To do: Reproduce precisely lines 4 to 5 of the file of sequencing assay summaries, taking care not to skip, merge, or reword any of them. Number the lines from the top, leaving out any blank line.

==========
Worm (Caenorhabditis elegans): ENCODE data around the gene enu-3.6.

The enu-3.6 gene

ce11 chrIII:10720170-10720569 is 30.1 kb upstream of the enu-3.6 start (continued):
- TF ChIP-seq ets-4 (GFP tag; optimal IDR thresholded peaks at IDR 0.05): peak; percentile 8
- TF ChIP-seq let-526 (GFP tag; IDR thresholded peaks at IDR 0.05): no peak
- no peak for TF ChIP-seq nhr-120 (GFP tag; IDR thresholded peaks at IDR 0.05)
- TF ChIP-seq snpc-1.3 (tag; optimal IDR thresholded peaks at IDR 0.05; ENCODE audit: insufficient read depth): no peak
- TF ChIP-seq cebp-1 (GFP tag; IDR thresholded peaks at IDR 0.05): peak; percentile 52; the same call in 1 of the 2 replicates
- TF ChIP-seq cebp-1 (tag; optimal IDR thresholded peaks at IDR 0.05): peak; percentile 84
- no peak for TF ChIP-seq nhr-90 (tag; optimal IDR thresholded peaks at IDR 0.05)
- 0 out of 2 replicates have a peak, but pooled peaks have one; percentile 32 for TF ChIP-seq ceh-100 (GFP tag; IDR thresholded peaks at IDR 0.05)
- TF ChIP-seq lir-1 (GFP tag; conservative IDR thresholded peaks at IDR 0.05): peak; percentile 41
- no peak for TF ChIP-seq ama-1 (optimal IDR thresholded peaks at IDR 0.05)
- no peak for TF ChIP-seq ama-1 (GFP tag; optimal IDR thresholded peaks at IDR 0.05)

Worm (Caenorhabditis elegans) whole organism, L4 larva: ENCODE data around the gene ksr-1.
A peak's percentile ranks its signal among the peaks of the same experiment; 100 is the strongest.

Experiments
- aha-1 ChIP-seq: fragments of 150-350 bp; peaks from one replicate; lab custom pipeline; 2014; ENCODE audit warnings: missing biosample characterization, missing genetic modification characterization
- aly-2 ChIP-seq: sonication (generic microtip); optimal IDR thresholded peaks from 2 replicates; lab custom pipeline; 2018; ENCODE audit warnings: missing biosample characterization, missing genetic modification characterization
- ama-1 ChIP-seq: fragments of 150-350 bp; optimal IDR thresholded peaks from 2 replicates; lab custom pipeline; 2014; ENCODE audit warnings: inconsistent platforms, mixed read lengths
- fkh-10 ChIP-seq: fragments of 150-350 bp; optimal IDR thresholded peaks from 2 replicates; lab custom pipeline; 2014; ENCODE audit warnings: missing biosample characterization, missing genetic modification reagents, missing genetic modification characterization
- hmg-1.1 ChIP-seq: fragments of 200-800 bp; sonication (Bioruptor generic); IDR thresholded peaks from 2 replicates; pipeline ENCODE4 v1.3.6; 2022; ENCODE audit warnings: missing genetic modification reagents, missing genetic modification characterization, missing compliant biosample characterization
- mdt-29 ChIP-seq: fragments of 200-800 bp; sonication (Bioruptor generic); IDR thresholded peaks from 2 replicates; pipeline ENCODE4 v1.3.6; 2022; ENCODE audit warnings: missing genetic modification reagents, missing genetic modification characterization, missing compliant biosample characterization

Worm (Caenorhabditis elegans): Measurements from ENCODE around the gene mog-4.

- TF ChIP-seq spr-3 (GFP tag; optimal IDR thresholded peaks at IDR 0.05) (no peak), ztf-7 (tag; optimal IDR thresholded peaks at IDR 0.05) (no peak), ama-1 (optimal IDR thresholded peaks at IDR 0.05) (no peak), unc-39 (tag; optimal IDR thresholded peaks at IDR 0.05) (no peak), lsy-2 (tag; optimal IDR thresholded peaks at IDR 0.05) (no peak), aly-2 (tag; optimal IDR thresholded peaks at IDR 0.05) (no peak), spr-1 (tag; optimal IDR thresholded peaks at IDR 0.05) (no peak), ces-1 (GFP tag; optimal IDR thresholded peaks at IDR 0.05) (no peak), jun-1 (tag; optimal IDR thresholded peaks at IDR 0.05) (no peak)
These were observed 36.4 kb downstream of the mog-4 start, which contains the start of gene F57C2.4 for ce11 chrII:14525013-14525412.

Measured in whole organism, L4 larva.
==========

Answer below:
- TF ChIP-seq ets-4 (GFP tag; optimal IDR thresholded peaks at IDR 0.05): peak; percentile 8
- TF ChIP-seq let-526 (GFP tag; IDR thresholded peaks at IDR 0.05): no peak